[Murphy] Picture this, we’re all sitting at a dinner table and there is this fantastic pie. My favorite is strawberry rhubarb. So this pie represents the education system. It turns out that the non-traditional students sitting at this table get almost half of the pie, 42%!

Two individuals who are sitting at this table with me are people I am very proud of, my sister Alicia and my mom, Carol. My sister is the reason I have my favorite job. I adore being an aunt. My nieces, Fiona and Ophelia are two of my favorite people on earth.

In our discussion, Alicia speaks about how returning to school was dependent upon no longer needing to be a stay at home mom.

Why did you feel like you wanted this second degree?

[Alicia] Just kind of looking to broaden my, my chances of getting a good job. Once I’ve re-entered the workforce after the girls were both in school. Given the restrictions that I had, it was kind of the next best thing. And I’m very grateful that there was the opportunity to do schooling that way.

[Murphy] You talked about how you wanted to be marketable once the girls were of age

[Alicia] Yeah, once they were in, you know, my goal is that when Ophelia was in kindergarten, or first grade, you know, being able to get a job and that’s, you know, pretty much what I did.

[Murphy] Near the end of our conversation, I asked my sister to give me some advice on my own educational journey.

[Alicia] As an adult, you’re usually juggling a lot of other things, too. So giving yourself that time to finish the degree and not feeling like you have to compare yourself with other people. And I think it- I think you have to put that in perspective too.

[Murphy] My last interview is with my mom. She has actually been staying with me for the last two weeks to help me through some pretty trying health issues. It is true, no matter how old you are, you will always need your mom. As we sit at my dining room table, I asked my mom what I thought was a relatively normal question. Turns out, she had been hiding something from her kids.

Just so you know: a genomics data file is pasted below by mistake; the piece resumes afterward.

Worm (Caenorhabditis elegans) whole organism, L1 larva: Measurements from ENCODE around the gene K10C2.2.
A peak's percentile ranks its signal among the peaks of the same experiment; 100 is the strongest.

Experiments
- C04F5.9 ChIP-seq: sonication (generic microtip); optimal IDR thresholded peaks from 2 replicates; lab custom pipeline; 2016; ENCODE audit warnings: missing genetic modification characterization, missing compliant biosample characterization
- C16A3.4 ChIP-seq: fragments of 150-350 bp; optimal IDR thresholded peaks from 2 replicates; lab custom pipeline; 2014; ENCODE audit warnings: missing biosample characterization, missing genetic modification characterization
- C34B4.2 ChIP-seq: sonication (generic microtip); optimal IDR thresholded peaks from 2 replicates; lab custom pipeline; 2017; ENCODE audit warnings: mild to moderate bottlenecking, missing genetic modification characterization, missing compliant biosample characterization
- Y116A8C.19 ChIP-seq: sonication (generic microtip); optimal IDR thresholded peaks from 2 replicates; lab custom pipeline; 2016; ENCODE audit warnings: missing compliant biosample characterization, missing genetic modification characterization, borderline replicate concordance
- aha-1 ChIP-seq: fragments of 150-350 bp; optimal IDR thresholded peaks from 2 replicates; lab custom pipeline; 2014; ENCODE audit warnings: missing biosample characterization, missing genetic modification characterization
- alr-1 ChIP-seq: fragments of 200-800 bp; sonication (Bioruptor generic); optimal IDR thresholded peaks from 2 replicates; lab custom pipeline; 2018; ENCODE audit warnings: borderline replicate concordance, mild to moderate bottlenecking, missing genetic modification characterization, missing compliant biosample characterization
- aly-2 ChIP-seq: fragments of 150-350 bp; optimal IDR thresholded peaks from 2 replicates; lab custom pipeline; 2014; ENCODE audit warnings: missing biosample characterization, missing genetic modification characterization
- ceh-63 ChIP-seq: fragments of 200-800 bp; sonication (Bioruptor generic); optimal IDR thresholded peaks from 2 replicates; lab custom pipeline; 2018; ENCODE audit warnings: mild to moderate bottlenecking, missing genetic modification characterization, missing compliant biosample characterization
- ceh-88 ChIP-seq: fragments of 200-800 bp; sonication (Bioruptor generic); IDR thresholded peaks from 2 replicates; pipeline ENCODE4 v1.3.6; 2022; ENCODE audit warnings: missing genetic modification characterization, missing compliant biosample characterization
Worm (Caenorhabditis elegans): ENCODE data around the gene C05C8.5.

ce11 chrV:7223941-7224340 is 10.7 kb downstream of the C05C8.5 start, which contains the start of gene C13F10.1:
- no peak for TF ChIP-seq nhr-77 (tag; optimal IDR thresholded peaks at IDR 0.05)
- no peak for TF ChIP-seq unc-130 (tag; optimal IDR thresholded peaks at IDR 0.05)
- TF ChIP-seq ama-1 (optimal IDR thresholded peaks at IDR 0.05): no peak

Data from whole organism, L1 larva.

[Carol] Well, that’s an interesting question. They had let me go. They were downsizing. And I believe this was 1999…

[Murphy] 1999! I was a sophomore in high school. How did I not know this?

[Carol] And then the CEO of that branch, had come in and talked to me in my office job, which I was the sales person. And he said, I think we might have done that a little bit too soon. Would you not leave right now?

This was like a week later, when he told me I was losing my job. And I said, you know what, I’ll go ahead and keep working, you know, I could use the money. And when they finally were done with my sales position at that plant, they gave me almost 12 weeks of severance pay. And that’s when I decided, you know what, I’m using that to start college.

[Murphy] You might imagine what my face looked like when I was told this story. I pretty much froze and forgot any semblance of professional interviewer skills. But I understood: she was protecting her kids, something she has always done. And this time, she was finally doing something for herself.

[Carol] I would say first and foremost, I went to college because I always wanted to go to college, and it would be something intrinsic that was so good for me.

[Murphy] If there’s one thing I have learned during my journey as a non-traditional student, and even during this podcast, you have to keep your ears open. You never know when the next person you meet is going to say something imperative to your story. After all, as Isaac Asimov once said, “Education is not something you can finish.”